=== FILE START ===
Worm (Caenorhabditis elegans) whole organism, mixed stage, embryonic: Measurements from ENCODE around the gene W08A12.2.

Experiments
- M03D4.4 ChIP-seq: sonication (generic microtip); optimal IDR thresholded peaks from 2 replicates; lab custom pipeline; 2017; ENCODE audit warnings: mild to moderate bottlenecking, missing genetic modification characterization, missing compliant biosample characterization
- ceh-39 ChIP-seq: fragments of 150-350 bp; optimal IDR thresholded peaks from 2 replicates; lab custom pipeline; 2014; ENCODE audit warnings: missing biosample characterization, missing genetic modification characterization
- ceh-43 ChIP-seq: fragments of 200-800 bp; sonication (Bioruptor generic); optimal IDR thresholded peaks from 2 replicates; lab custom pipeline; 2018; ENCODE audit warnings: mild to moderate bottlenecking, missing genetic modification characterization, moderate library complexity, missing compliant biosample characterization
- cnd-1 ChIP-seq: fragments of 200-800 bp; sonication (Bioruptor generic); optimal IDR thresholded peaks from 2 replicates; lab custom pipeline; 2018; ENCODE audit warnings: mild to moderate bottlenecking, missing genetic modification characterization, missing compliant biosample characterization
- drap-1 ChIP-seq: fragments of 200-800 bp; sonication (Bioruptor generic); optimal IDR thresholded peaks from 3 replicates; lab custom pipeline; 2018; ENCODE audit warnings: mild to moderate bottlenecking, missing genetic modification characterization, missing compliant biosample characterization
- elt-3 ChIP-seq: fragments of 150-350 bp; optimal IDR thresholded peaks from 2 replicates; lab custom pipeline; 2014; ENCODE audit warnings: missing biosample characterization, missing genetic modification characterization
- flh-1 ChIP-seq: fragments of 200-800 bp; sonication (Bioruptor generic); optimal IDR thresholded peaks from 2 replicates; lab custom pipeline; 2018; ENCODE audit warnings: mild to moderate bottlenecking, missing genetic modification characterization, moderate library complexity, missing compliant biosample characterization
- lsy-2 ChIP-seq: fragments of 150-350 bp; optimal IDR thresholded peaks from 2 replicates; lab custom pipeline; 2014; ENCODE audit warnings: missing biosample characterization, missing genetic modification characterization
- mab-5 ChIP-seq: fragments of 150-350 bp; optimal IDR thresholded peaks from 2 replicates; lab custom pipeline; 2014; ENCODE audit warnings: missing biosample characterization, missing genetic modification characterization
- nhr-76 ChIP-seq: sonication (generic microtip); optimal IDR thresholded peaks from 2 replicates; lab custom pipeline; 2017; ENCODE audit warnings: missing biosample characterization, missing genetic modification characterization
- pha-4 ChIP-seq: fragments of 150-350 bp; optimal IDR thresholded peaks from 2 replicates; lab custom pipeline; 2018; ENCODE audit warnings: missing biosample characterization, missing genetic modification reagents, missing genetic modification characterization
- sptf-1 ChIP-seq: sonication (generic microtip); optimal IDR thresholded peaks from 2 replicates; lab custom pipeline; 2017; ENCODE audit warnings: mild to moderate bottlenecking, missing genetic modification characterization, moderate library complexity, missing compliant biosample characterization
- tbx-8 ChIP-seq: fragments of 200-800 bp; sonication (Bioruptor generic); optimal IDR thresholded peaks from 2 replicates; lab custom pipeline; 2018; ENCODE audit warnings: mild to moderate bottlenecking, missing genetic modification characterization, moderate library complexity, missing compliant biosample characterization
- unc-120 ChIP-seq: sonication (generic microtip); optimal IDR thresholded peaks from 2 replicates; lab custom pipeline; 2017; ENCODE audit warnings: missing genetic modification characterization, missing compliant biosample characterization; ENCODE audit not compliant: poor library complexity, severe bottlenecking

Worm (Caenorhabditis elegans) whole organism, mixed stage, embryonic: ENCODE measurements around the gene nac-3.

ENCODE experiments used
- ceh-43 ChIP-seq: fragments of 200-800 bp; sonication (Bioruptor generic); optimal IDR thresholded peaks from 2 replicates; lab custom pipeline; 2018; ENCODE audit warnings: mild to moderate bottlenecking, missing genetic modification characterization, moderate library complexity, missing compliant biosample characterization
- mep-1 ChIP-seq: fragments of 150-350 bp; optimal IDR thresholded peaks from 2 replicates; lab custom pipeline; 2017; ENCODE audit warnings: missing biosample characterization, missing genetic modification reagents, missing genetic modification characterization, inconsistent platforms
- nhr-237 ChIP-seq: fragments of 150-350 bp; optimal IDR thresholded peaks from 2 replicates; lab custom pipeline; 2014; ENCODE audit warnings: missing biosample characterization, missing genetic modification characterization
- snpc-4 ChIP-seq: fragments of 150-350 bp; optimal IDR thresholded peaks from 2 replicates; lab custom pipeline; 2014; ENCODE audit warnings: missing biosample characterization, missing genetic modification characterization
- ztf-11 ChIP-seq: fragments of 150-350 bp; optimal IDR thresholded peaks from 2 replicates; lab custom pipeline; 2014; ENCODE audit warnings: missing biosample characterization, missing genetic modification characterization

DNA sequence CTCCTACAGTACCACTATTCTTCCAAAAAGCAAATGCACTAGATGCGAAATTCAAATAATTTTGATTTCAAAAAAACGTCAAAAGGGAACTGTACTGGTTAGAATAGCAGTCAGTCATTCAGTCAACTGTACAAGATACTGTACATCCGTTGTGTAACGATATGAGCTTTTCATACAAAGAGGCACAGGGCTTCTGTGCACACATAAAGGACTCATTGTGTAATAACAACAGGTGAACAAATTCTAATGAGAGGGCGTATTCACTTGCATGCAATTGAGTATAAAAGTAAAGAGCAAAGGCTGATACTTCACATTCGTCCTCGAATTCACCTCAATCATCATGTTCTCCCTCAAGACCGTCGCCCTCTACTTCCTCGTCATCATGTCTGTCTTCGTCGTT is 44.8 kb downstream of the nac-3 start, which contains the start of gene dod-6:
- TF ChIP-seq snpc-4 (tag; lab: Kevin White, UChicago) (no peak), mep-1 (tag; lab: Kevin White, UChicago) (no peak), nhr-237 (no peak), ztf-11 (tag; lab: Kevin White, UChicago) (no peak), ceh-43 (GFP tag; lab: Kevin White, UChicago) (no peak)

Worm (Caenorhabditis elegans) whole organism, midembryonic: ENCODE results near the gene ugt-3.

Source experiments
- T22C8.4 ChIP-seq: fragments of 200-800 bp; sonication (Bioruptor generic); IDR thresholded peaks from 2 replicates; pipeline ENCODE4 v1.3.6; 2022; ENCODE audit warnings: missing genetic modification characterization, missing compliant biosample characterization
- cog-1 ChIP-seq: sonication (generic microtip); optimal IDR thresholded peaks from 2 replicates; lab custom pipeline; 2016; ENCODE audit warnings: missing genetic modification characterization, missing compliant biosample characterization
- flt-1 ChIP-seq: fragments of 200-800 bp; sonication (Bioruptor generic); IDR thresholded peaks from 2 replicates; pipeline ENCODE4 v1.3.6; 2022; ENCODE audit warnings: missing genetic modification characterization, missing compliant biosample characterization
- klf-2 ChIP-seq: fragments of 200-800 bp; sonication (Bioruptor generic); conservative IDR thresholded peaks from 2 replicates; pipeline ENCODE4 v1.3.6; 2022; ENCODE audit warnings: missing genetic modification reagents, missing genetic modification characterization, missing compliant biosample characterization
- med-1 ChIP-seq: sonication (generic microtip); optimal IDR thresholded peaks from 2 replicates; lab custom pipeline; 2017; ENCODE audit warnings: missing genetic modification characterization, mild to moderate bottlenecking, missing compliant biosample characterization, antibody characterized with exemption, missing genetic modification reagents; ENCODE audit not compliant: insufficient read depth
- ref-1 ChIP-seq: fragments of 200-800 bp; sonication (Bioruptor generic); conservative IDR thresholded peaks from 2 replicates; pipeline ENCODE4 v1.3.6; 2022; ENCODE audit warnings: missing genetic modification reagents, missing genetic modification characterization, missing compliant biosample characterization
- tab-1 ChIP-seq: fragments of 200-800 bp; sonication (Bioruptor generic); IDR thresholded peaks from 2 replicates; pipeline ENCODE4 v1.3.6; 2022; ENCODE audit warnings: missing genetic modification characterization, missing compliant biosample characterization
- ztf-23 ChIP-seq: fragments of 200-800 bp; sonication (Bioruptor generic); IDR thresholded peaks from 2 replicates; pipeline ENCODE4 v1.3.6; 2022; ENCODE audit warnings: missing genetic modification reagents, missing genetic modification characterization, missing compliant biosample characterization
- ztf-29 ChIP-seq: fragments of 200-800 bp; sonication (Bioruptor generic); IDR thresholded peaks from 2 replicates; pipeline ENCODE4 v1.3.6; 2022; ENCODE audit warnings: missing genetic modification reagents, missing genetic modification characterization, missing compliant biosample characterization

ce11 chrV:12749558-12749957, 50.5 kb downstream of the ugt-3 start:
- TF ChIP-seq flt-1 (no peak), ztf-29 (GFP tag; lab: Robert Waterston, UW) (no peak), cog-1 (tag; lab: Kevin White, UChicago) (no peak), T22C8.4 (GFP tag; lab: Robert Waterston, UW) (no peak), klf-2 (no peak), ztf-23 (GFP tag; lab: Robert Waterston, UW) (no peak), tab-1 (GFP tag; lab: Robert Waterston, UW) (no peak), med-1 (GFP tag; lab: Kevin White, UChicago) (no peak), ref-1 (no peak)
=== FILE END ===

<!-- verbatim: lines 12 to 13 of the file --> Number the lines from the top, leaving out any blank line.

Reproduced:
- nhr-76 ChIP-seq: sonication (generic microtip); optimal IDR thresholded peaks from 2 replicates; lab custom pipeline; 2017; ENCODE audit warnings: missing biosample characterization, missing genetic modification characterization
- pha-4 ChIP-seq: fragments of 150-350 bp; optimal IDR thresholded peaks from 2 replicates; lab custom pipeline; 2018; ENCODE audit warnings: missing biosample characterization, missing genetic modification reagents, missing genetic modification characterization